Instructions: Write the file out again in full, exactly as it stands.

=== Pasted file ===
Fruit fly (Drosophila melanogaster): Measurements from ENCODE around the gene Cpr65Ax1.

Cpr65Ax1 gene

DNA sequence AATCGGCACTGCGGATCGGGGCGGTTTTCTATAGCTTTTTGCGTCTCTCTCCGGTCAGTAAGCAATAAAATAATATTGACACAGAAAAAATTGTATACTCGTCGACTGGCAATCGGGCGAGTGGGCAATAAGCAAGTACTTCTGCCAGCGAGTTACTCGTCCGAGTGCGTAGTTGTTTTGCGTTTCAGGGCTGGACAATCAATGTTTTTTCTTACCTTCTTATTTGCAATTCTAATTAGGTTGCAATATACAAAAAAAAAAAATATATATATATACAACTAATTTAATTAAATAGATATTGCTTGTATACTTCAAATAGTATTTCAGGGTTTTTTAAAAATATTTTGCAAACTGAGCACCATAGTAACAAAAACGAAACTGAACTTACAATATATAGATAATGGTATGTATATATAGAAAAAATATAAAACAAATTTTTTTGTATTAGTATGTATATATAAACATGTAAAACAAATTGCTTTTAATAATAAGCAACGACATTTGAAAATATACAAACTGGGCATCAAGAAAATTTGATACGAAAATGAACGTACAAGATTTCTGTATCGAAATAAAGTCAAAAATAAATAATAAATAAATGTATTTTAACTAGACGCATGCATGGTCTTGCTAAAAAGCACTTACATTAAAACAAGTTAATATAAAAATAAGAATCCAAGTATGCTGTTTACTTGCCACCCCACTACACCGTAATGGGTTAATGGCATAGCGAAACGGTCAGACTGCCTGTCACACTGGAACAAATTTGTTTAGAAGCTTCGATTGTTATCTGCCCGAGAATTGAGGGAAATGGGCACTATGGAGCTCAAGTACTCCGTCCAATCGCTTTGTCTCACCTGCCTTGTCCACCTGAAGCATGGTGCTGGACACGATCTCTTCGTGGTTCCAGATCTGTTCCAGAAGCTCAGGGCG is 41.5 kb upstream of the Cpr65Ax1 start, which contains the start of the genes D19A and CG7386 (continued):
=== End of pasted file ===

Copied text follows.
Fruit fly (Drosophila melanogaster): Measurements from ENCODE around the gene Cpr65Ax1.

Cpr65Ax1 gene

DNA sequence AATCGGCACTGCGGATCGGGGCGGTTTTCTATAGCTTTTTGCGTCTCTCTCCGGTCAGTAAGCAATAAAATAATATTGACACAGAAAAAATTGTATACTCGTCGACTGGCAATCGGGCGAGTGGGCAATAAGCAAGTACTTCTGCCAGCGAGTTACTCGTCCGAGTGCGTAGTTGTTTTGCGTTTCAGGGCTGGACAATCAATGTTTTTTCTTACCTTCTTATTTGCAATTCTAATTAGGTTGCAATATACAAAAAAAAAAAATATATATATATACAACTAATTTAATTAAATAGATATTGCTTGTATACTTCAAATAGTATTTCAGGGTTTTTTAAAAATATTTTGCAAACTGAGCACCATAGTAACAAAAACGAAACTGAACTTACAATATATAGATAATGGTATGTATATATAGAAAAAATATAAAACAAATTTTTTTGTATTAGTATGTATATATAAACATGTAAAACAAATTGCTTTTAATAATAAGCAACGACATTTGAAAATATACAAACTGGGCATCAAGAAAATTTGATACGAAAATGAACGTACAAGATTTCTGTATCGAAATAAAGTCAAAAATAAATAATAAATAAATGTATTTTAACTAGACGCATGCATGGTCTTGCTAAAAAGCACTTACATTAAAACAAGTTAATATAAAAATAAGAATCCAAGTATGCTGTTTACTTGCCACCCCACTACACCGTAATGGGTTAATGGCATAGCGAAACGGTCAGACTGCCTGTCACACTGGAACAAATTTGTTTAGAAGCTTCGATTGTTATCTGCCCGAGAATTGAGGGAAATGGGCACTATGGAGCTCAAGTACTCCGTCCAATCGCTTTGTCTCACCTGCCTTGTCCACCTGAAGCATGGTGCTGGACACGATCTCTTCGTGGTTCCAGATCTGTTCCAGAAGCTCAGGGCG is 41.5 kb upstream of the Cpr65Ax1 start, which contains the start of the genes D19A and CG7386 (continued):